Impact of community-based organizations on climate change adaptation in agriculture: empirical evidence from Nepal

Abstract

The purpose of this paper is to examine the impact of community-based organizations (CBOs) on the adoption of agricultural adaptations to climate change impacts. To this end, we first analyze farmers’ perceptions on changes in local climatic condition, its impact and adaptations on agriculture based on information collected through a questionnaire survey of 720 farming households in six districts of Nepal. The findings reveal a widespread feeling of weather getting warmer, decreasing precipitation, and increasing weather unpredictability. It is found that climate change has adversely affected agriculture in Nepal, and farmers have adopted various adaptation practices to minimize the impacts. Second, we employ propensity score matching technique to examine the impact of CBOs on climate change adaptation. About 62% of the sampled farming households were associated with CBOs, and several socioeconomic factors influence such association. This study provides evidence supporting the argument that CBOs play important role in reducing the negative impacts of climate change by enhancing the adoption of adaptation strategies. It is also evident from the study the need of further strengthening and institutionalizing the informal farmers’ groups and institutions for the successful adaptation.

This is a preview of subscription content, log in to check access.

Fig. 1

Notes

  1. 1.

    In Nepal, agriculture is a dominant sector, contributing about 35% of total gross domestic product and employing 70% of the population in the country.

  2. 2.

    Other matching algorithms include Epanechnikov kernel matching, caliper and radius matching, stratification and interval matching (Khandker et al. 2009).

  3. 3.

    A VDC is an administrative unit in Nepal similar to a municipality which is further divided into nine wards. Each ward constitutes one to several villages.

  4. 4.

    These questions were also included in the household survey questionnaire.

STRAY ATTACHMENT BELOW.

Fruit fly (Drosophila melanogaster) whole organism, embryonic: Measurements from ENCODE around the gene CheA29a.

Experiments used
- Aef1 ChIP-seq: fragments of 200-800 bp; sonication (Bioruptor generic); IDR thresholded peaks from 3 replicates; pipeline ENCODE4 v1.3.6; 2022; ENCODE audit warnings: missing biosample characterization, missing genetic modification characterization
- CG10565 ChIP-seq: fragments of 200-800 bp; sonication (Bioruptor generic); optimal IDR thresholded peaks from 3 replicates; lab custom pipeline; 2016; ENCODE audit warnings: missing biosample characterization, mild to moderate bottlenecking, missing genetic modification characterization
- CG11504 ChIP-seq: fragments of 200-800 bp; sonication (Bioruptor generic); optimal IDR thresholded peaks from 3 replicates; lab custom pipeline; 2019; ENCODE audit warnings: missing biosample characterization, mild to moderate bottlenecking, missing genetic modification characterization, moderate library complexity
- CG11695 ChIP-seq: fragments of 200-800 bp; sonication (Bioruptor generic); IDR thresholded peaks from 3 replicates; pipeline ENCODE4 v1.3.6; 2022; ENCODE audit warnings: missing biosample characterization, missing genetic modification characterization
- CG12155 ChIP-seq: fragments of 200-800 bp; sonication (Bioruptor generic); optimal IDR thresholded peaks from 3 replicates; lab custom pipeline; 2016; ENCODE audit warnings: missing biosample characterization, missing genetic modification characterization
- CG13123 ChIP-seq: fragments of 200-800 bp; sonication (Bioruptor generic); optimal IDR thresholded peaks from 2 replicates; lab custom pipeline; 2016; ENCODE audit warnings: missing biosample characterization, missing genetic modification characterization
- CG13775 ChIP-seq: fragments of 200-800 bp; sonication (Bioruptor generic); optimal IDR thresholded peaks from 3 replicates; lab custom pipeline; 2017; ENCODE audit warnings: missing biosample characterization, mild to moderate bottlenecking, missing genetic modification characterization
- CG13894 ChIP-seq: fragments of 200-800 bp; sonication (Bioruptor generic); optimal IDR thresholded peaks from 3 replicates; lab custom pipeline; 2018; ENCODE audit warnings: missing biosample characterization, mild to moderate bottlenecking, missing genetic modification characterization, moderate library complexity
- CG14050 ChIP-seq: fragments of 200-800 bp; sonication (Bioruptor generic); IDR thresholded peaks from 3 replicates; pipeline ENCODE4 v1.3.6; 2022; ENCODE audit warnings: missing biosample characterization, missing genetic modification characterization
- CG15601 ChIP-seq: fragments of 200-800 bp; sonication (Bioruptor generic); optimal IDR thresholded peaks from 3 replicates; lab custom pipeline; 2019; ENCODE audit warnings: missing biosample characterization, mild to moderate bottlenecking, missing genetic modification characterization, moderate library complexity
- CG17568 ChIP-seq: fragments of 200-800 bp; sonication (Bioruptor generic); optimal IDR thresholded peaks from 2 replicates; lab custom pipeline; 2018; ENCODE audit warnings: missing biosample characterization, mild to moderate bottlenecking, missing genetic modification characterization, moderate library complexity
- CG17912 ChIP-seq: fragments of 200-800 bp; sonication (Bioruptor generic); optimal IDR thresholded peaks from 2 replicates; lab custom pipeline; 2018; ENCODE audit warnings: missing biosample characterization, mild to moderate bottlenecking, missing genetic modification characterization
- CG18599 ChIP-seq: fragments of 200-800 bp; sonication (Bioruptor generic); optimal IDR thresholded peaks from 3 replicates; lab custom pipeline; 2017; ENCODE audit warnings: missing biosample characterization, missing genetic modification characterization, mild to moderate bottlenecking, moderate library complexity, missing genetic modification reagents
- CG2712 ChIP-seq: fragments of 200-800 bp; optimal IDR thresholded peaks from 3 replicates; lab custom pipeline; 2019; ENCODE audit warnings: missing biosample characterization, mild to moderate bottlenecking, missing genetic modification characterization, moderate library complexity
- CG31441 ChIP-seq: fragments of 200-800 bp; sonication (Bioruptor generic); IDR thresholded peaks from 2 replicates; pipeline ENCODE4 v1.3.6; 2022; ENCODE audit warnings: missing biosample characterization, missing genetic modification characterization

5. 5.

    These indicators were identified from FGDs with farmers in the study area before the household survey.

  6. 6.

    In this study, we define registered CBOs as the CBOs that are registered and affiliated with the local government organizations such as District Agriculture Development Office, District Development Committees, and District Soil Conservation Office.

References

  1. Abebaw, D., & Haile, M. G. (2013). The impact of cooperatives on agricultural technology adoption: Empirical evidence from Ethiopia. Food Policy, 38, 82–91.

    Article  Google Scholar 

  2. Adger, W. N., Huq, S., Brown, K., Conway, D., & Hulme, M. (2003). Adaptation to climate change in the developing world. Progress in Development Studies, 3(3), 179–195.

    Article  Google Scholar 

  3. Adhikari, K. P., & Goldey, P. (2010). Social capital and its “downside”: The impact on sustainability of induced community-based organizations in Nepal. World Development, 38(2), 184–194.

    Article  Google Scholar 

  4. Alam, M., & Regmi, B. R. (2004). Adverse impacts of climate change on development of Nepal: Integrating adaptation into policies and activities. Capacity strengthening in the least developed countries for adaptation to climate change. Working paper no. 3.

  5. Amare, M., Asfaw, S., & Shiferaw, B. (2012). Welfare impacts of maize–pigeonpea intensification in Tanzania. Agricultural Economics, 43(1), 27–43.

    Article  Google Scholar